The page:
[ipv6hackers] thc-ipv6 v3.0, IPv6 complexity and evasions
erey at ernw.de
Sat Oct 17 08:51:25 CEST 2015
> yes I know from own harsh experiences :)
> but the drop rate is about 50% on average.
> however: on my main server the drop is 100% because my uplink is
> dropping. thankfully I have alternatives.
> and it is something that has to be fixed. dropping fragmented packets is
> a no-no, independent of the IP version.
except for the IP version that kinda deprecates fragmentation, that is IPv6.
you know that I'm a big fan of "drop [all] the crap at your network border"... one of Germany's largest enterprise networks drop all fragments at their borders since 12 months [IPv6]. they don't observe any issues, not even hits on the respective ACLs...
have a great weekend everybody
> > * Slide #9:
> > Some router implementations, when they receive a packet meant for a node
> > that has no entry in the Neighbor Cache, they drop the packet, and
> > engage in Neighbor Discovery. If you really engage into sending one
> > probe from a different address at a time, chances are that you might get
> > no response as a result of this.
> this depends on the router/switch, I also have seen this behaviour.
> I have also seen a different behaviour, a router dropping packets if
> they haven't have the local sender in their neighbor list.
> the way to go might be an unsolitated NA broadcast.
> In the situation where I experimented however, I was not in such a LAN
> where either drop type happens.
> My guess would be that this drop is based on NDP exhaustion attack
> prevention implementations.
> > * Slide #13
> > What do you mean by "splitting connections"?
> you send from 2001::1 to the server, the server sends the reply packets
> to 2001:2. Pretty simple, but fucks up the flow analysis.
> The tool does just this basic implementation for TCP as a POC. you could
> do that for all protocols, to/from random addresses from the client (and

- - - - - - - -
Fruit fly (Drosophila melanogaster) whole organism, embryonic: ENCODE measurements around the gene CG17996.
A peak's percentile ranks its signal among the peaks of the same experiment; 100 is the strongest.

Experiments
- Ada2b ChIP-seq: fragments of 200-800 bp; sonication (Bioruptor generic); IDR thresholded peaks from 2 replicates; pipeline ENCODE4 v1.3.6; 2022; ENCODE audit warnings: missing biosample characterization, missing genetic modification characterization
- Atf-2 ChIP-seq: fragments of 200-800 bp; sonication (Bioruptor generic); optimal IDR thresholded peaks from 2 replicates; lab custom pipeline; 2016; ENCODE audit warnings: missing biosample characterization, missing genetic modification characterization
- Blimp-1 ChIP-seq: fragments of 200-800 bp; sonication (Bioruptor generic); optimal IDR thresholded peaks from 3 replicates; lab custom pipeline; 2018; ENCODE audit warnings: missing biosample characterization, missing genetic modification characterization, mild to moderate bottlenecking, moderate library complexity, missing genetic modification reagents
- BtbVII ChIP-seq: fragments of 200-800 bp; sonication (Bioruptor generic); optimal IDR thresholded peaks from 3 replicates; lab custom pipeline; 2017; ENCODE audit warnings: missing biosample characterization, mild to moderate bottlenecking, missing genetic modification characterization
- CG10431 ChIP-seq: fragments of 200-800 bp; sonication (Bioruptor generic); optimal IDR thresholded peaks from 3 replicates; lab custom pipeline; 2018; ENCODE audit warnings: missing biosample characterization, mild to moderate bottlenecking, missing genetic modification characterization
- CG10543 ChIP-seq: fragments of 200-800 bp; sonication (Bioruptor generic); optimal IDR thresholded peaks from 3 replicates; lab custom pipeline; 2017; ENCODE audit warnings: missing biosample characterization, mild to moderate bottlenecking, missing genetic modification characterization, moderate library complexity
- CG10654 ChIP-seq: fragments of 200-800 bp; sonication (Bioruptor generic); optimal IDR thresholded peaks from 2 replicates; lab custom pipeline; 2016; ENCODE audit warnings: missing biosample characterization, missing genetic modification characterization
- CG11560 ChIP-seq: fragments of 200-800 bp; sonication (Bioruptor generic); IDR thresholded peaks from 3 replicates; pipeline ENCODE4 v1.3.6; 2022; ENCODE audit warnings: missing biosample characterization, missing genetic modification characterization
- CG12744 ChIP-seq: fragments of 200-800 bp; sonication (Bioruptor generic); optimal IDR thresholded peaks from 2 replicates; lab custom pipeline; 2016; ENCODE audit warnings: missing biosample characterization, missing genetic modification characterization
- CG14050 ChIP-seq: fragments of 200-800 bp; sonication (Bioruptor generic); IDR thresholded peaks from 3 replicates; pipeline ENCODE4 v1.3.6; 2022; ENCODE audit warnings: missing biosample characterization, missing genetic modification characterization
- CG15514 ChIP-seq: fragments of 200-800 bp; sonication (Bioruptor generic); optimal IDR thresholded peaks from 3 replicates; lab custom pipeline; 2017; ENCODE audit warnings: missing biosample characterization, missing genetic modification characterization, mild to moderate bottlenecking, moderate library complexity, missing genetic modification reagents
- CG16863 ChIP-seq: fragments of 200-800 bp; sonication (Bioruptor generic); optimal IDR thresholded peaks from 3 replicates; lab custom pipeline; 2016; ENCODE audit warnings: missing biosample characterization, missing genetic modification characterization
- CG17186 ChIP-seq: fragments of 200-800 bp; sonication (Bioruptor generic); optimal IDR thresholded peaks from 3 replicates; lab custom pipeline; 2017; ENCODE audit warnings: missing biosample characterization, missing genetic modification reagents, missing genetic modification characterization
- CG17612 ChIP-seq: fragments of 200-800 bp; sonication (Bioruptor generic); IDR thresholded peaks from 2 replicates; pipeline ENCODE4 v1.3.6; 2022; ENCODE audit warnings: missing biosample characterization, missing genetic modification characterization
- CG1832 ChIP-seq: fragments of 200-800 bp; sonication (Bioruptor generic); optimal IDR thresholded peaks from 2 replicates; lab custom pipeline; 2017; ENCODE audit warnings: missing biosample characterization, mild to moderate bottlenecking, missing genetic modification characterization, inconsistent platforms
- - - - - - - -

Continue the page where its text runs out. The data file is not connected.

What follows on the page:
> server), fragment packets, etc.
> > * Slide #31
> > What does Windows do when multiple FHs are present?
> process them without any issues. 100 atomic fragments? yep, will eat it.
> multilevel fragmentation, yep, can do them too.
> > You say "Resending fragments with different data:
> > last received is used". But you previously said that Windows doesn't
> > allow overlaping fragments, so... what would "Resending fragments with
> > different data" actually mean?
> exactly that. it is the exact same fragment part that is sent first with
> fake data then with real data, and the last packet (so here the real
> data) is processed.
> it seems that windows interprets them as a resend and surprisingly takes
> the newer data, as - how I implemented this test case - they do not overlap.
> > * Slide #39
> > You say that draft-ietf-6man-oversized-header-chain-09 (now RFC7112!) is
> > incomplete. What, specifically, are you thinking of? (prohibition of
> > overlapping fragments is in a different RFC).
> the draft (or now RFC) is great.
> incomplete in so far, as in my opinion there has to be a MUST on the
> order of EHs, and how often each EH is allowed to be present (all just
> one except for DST EH two).
> that would make it easier for firewalls, IDS etc. systems to analyse
> packets. Due to the high complexity of possibilities, thats why it is so
> difficult to get right.
> > * Slide #41
> > You just flood the local netork with lots of PIOS, just lost of RAs, or
> > what?
> yeah that is basically the attack I discovered in 2007 still works today
> (not reliably for the crashes though). floods with random RAs with many
> SLAACs and route entries, but (the -s option) with small lifetimes.
> Marc Heuse
> PGP: AF3D 1D4C D810 F0BB 977D 3807 C7EE D0A0 6BE9 F573
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